Meer #3, 2007, Gelatin silver print, Ed. of 5
Galerie Nordenhake is very pleased to present a comprehensive solo exhibition by German photographer Michael Schmidt, which brings together works from the past four decades. Included in the exhibition are images from 1965, the year when the self-taught artist began taking photographs, works from his series “Stadtbilder” (Cityscapes), “Landscapes” and “Architecture”, as well as new photographs from his recent studies of the sea and a winter landscape. Of particular prominence in the exhibition is Schmidt’s series “Waffenruhe” (Ceasefire) from 1985-87, with which he gained international recognition, and which is presented here in expansive sequence.
The process of re-contextualizing his older photographs is an integral part of Schmidt’s artistic practice. Using a working archive of his own images, Schmidt aims to re-activate the aesthetic potential of his photographs by creating new groups and constellations for his exhibitions. With each of his photographic series, the artist presents a new idiosyncratic pictorial language. Thus, Schmidt’s work is distinguished by his uncompromising approach to reality and the persistent search for new possibilities of image-making.
In the city landscapes of “Berlin Wedding” (1976-78) the artist offers a seemingly factual account of the district, cast in richly nuanced greys. The photographs show deserted sites with pre-war architecture, empty lots, massive post-war concrete building blocks as well as sporadic patches of urban nature. In a similarly objective style, he registers in “Stadtbilder” (1976-77) the many iterations of former-West Berlin’s architecture. In this way, the architecture itself can be read as an emblem of historical and social processes. Rather unusual is a group of single small-format photographs from 1965, which suggest Schmidt’s early, still heterogeneous observations of urban everyday life. From here, a clear trajectory emerges in Schmidt’s work that takes as its focus the artist’s immediate environment and its relation to history.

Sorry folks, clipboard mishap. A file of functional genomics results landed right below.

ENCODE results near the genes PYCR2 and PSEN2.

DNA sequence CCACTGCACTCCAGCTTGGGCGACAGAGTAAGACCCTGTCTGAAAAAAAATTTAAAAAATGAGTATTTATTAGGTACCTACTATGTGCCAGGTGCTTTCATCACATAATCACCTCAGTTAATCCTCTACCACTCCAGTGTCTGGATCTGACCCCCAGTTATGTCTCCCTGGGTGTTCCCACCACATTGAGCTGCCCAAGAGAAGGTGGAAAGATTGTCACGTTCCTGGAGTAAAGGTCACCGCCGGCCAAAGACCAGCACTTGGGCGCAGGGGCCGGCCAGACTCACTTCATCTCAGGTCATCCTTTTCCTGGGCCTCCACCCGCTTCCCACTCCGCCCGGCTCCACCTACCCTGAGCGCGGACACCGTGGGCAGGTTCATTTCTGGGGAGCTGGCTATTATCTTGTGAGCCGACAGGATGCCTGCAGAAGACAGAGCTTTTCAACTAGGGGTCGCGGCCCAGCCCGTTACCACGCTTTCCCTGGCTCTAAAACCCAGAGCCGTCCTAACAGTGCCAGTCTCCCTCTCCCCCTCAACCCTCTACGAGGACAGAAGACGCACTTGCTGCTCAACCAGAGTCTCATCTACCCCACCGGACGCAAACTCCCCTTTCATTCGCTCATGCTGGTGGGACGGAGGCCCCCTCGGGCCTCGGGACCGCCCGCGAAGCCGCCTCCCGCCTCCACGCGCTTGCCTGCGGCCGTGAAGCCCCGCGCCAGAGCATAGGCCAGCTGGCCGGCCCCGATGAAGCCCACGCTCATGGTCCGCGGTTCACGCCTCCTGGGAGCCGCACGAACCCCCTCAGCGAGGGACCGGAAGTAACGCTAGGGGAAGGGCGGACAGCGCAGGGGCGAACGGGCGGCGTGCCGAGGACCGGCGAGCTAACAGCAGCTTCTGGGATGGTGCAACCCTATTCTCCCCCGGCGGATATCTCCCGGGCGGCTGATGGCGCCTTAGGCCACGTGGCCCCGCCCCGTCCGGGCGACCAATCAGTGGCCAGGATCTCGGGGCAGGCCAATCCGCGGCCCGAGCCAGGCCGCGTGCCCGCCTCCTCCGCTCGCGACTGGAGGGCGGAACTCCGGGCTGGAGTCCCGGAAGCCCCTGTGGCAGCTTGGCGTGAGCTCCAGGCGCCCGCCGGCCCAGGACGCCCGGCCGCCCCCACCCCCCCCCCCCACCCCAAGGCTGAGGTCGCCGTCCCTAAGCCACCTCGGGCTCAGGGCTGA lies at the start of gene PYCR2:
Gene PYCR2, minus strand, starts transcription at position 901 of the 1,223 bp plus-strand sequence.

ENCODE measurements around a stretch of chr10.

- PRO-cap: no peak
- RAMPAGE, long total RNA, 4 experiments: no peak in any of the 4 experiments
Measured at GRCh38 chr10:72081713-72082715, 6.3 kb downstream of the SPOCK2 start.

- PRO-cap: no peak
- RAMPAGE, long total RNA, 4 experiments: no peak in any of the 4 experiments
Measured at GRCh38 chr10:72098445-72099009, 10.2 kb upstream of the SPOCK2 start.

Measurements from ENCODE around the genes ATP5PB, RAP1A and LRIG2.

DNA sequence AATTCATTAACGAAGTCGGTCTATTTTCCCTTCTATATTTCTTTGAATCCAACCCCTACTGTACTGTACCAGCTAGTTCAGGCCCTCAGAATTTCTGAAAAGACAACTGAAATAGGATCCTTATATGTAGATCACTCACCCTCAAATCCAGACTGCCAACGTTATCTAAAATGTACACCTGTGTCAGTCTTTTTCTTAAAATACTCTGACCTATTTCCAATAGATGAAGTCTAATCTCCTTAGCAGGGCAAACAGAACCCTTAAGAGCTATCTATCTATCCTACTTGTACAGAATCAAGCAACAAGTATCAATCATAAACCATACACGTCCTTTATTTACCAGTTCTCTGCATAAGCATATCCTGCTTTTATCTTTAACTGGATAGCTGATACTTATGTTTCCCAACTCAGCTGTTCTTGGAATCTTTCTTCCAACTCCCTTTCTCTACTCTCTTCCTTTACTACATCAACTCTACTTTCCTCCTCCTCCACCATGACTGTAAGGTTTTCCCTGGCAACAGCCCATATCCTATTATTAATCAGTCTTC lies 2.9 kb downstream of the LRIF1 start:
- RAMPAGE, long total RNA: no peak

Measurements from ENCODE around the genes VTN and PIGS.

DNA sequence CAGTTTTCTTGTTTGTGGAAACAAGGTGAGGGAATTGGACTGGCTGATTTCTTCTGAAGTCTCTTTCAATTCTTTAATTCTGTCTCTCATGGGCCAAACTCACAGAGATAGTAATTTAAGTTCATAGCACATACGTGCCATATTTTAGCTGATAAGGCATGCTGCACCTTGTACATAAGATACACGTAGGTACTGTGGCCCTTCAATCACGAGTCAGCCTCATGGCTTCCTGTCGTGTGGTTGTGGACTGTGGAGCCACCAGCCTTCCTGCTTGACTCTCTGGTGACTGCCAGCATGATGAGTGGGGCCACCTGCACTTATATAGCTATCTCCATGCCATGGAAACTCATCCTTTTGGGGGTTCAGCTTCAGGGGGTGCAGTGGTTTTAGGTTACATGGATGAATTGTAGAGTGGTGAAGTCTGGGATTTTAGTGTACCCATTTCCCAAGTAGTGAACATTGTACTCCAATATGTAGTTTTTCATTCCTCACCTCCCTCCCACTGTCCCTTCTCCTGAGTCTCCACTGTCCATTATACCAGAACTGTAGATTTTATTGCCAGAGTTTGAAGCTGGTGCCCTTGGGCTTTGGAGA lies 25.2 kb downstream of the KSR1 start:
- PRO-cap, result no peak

In “Waffenruhe”, Schmidt achieves an unusually subjective form of expression, charged with emotion. He shows West Berlin shortly before the fall of the wall by combining portraits of youths with images of non-specific sites along the wall. As is characteristic of his work, it is the arrangement of the individual photographs — the interplay and dialogue between the multi-layered images — that gives the images their distinct meaning, revealing the correlation between historical events and individual biographies. With this aesthetic strategy, Schmidt never assigns his images a final implication, rather leaving them open for different viewers’ interpretations.
Michael Schmidt was born 1945 in Berlin. Schmidt lives in Berlin and Schnackenburg a.d. Elbe. In 1976, he founded the Werkstatt für Photographie (Workshop for Photography) at VHS Berlin-Kreuzberg, which for several years became a major forum for international discussions on photography in (West) Berlin. Schmidt has exhibited widely in Germany and abroad. He was one of the first living German photographers to have a solo exhibition at New York’s Museum of Modern Art when he exhibited the series „Waffenruhe“ in 1988. His pivotal work about the history of divided Germany „EIN-HEIT“ was exhibited at MoMA in 1996 and was featured in the 4th Berlin Biennial 2006. He participated in important group exhibitions such as „Cruel and Tender“, at Tate Modern, London and Museum Ludwig Köln (both 2003). A comprehensive survey exhibition of his work will be presented at Haus der Kunst, Munich, in 2010.
Untitled (from Architektur), 1989-91, Gelatin Silver Print, Ed. of 6
Untitled (from Berlin, Stadtbilder), 1976-77 / 2002, Gelatin silver print, Ed. of 6
Untitled (from Landschaft), 2007, Gelatin silver print, Ed. of 5
Untitled, 1965-67, Gelatin silver print, Ed. of 6
Untitled (from Waffenruhe), 1985-87, Gelatin silver print, Ed. of 12 + 3 AP
Untitled (From Portraits), 1991/92, Gelatin Silver Print, Ed. of 6